John the Baptist calls on us to smooth God's way into our hearts.



Let’s say something about the first reading, which opens Chapter Forty in the Book of the Prophet Isaiah.  A disconcerting thing about the Book of the Prophet Isaiah is that there is a time lapse of about a hundred and seventy years between Chapter 39 and Chapter 40. Chapter 39 tells about a Babylonian embassy to Jerusalem to the court of King Hezekiah shortly before the year 701 B.C.. Chapter 40 describes the end of seventy years of Jewish captivity in Babylon at about the year 530 B.C. 

Now, Isaiah could not have lived on through that hundred and seventy year time gap, so we must conclude that the prophetic words of Isaiah are concluded at the end of Chapter 39. The text from Chapter 40 on must have been composed by some unknown author. By mistake the scroll of these later chapters was bundled up with the prophesies of Isaiah. For the want of a better name we call the composer of the later chapters Deuteron Isaiah, or Second Isaiah.

In 536 B.C. the Persian ruler Cyrus II conquered Babylon, and on seeing the file on the Jews, he decided they should be allowed to return to Jerusalem. Our prophet, Second Isaiah, found that the Jews had made themselves comfortable in their seventy years of captivity. They were deciding to stay on in Babylon rather than  face the journey through the wild land between them in Jerusalem.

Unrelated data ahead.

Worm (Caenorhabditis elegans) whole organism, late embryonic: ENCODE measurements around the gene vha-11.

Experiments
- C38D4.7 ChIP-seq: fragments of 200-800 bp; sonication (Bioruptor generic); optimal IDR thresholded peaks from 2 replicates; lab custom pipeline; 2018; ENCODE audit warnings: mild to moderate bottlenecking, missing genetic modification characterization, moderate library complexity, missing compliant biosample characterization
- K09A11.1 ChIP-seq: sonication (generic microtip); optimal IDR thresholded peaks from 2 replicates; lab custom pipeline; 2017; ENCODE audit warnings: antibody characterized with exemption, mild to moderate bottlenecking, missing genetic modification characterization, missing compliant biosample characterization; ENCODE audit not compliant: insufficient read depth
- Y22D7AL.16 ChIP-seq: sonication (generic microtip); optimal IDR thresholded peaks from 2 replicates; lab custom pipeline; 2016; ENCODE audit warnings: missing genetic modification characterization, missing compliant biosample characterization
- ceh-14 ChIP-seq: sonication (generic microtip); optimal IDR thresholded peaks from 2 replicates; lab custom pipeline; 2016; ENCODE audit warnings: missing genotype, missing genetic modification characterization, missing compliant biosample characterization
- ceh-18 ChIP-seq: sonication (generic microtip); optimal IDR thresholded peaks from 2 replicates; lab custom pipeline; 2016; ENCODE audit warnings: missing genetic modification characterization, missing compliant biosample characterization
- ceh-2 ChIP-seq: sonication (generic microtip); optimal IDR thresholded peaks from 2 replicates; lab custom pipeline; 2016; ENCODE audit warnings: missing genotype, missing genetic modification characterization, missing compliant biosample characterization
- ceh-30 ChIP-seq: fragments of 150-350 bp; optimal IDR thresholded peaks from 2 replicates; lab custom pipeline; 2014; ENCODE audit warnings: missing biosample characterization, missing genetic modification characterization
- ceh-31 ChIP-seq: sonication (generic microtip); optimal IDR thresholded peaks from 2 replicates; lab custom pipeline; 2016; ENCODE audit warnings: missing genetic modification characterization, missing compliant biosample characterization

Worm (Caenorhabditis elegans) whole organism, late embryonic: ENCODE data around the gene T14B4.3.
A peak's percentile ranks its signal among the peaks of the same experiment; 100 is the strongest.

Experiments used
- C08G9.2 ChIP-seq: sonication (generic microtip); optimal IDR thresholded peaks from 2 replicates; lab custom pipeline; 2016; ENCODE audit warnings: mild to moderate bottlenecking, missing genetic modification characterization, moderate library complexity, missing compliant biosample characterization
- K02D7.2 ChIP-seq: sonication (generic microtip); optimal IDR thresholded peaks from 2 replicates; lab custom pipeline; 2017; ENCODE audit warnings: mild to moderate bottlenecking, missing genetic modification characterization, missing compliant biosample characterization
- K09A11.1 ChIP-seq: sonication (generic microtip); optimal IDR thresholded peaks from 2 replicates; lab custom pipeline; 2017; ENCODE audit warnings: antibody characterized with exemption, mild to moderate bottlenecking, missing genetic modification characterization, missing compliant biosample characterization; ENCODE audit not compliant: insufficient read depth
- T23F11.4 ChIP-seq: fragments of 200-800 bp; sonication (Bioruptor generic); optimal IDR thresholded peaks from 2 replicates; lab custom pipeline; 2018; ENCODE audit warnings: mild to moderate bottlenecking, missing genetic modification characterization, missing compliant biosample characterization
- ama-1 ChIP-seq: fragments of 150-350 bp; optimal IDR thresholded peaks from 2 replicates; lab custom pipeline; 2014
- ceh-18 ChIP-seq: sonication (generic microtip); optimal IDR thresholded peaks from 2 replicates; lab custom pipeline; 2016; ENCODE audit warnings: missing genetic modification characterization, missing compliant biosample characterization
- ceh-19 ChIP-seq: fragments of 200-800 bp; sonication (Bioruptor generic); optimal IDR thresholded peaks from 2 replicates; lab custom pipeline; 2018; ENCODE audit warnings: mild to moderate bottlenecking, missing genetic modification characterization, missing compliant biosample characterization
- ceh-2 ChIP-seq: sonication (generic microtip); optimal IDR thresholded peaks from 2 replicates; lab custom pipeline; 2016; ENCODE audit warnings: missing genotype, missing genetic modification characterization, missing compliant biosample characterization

In Chapter 40 the prophet assures the people that the journey would be easy because God was sending an angel before them to make every stage of the passage smooth.

Christians feel that story from 530 B.C. was just a foreshadowing of what would come when John the Baptist would be our angel. He will tell us to break off the comfort we have fond for ourselves during our earthly captivity. We should let him smooth the way to heaven for us. 

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